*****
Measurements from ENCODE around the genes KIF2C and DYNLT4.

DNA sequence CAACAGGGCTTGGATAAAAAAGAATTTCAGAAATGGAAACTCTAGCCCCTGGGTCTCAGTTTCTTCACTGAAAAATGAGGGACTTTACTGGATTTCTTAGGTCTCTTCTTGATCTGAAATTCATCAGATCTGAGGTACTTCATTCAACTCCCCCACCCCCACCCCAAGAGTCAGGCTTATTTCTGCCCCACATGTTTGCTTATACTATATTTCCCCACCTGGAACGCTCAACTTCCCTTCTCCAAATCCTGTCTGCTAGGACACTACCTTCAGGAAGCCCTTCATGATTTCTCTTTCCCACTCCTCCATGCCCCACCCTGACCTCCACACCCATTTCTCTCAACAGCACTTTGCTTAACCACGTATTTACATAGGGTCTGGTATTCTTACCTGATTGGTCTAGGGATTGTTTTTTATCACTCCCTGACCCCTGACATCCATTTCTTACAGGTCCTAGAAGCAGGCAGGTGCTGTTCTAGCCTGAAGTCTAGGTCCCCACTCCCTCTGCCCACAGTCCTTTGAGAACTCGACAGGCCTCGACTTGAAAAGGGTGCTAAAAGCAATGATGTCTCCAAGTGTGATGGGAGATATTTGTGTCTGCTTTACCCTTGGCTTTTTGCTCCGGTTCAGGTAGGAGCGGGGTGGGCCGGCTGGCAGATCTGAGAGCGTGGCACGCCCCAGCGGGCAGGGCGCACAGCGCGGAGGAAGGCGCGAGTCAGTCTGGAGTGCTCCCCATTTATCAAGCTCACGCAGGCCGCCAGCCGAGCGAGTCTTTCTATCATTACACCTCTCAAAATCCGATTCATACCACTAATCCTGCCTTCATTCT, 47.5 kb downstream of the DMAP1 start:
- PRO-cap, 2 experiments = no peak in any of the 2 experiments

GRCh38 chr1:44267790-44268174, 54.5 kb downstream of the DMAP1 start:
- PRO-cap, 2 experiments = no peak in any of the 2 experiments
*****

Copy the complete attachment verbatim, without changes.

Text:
Measurements from ENCODE around the genes KIF2C and DYNLT4.

DNA sequence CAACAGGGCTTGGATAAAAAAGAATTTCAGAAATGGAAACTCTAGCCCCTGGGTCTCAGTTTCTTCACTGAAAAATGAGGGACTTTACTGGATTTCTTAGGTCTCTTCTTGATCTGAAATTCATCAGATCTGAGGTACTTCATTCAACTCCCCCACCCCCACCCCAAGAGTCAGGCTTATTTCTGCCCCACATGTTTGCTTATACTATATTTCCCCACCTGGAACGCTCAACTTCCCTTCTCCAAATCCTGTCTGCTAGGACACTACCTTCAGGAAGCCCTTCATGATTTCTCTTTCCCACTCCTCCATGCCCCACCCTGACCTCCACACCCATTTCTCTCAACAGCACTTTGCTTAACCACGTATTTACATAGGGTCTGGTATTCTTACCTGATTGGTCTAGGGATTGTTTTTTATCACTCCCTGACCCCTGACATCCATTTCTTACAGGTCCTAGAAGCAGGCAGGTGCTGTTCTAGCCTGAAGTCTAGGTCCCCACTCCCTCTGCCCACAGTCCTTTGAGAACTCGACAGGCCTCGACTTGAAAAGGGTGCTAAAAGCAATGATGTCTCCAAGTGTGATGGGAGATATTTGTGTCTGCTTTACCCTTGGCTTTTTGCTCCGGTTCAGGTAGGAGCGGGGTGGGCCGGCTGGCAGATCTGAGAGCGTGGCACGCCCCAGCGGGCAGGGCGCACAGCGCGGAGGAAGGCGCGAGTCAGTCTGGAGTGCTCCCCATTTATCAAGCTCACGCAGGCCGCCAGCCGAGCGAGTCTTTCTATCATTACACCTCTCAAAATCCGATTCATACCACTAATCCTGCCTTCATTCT, 47.5 kb downstream of the DMAP1 start:
- PRO-cap, 2 experiments = no peak in any of the 2 experiments

GRCh38 chr1:44267790-44268174, 54.5 kb downstream of the DMAP1 start:
- PRO-cap, 2 experiments = no peak in any of the 2 experiments